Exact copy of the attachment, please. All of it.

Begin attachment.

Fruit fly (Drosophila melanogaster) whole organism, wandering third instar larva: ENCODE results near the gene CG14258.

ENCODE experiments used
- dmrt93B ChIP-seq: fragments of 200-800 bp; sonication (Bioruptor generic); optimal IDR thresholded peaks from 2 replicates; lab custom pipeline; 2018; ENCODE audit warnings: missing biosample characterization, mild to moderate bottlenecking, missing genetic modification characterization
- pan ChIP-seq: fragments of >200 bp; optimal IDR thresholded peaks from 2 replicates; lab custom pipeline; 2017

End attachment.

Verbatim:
Fruit fly (Drosophila melanogaster) whole organism, wandering third instar larva: ENCODE results near the gene CG14258.

ENCODE experiments used
- dmrt93B ChIP-seq: fragments of 200-800 bp; sonication (Bioruptor generic); optimal IDR thresholded peaks from 2 replicates; lab custom pipeline; 2018; ENCODE audit warnings: missing biosample characterization, mild to moderate bottlenecking, missing genetic modification characterization
- pan ChIP-seq: fragments of >200 bp; optimal IDR thresholded peaks from 2 replicates; lab custom pipeline; 2017